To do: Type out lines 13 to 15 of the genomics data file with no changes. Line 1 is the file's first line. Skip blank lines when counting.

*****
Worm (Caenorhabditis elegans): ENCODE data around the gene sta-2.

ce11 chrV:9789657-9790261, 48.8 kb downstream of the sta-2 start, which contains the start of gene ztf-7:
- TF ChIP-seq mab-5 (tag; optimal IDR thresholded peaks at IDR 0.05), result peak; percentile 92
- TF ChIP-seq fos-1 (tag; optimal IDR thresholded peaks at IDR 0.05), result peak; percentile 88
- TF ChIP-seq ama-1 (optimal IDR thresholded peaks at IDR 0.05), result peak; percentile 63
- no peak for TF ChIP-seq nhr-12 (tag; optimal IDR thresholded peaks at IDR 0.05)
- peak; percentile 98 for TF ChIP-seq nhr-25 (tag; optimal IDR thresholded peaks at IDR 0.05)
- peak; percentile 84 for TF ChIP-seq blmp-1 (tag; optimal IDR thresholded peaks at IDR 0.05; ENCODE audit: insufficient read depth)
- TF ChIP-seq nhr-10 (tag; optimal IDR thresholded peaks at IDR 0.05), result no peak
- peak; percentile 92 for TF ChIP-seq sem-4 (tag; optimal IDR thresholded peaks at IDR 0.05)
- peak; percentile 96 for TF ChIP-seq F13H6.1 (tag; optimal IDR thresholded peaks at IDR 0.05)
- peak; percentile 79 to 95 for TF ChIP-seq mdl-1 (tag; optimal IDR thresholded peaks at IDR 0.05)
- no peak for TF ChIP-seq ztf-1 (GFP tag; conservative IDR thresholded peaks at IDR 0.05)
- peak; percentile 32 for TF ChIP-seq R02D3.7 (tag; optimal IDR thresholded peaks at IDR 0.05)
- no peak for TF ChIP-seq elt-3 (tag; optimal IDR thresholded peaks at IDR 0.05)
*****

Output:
- no peak for TF ChIP-seq ztf-1 (GFP tag; conservative IDR thresholded peaks at IDR 0.05)
- peak; percentile 32 for TF ChIP-seq R02D3.7 (tag; optimal IDR thresholded peaks at IDR 0.05)
- no peak for TF ChIP-seq elt-3 (tag; optimal IDR thresholded peaks at IDR 0.05)